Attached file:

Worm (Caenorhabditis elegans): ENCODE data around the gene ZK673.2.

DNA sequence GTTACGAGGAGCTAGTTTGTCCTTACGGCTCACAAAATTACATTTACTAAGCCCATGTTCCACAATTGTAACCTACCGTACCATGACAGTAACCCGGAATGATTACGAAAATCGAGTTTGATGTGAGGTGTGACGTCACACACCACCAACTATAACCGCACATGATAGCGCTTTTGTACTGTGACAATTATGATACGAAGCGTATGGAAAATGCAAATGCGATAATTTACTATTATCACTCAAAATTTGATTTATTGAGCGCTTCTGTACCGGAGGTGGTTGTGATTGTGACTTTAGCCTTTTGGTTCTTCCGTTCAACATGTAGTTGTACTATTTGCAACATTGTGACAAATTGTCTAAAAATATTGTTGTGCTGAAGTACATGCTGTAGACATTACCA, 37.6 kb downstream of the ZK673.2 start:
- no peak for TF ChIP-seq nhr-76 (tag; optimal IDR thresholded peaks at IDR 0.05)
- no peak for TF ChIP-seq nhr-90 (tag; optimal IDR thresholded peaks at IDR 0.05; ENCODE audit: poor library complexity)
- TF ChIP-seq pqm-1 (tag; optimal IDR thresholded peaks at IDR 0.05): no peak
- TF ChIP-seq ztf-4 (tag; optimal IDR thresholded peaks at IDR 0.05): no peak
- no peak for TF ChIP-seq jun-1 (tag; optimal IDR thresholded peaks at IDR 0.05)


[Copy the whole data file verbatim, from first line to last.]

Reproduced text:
Worm (Caenorhabditis elegans): ENCODE data around the gene ZK673.2.

DNA sequence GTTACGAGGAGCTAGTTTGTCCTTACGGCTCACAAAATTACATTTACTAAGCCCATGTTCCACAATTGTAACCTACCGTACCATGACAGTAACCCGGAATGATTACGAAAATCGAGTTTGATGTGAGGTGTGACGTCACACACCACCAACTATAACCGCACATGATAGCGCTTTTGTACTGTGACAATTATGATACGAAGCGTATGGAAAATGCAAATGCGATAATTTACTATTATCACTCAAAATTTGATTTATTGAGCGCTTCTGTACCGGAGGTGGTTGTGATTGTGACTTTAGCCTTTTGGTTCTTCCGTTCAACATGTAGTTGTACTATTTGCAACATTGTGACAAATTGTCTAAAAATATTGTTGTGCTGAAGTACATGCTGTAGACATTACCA, 37.6 kb downstream of the ZK673.2 start:
- no peak for TF ChIP-seq nhr-76 (tag; optimal IDR thresholded peaks at IDR 0.05)
- no peak for TF ChIP-seq nhr-90 (tag; optimal IDR thresholded peaks at IDR 0.05; ENCODE audit: poor library complexity)
- TF ChIP-seq pqm-1 (tag; optimal IDR thresholded peaks at IDR 0.05): no peak
- TF ChIP-seq ztf-4 (tag; optimal IDR thresholded peaks at IDR 0.05): no peak
- no peak for TF ChIP-seq jun-1 (tag; optimal IDR thresholded peaks at IDR 0.05)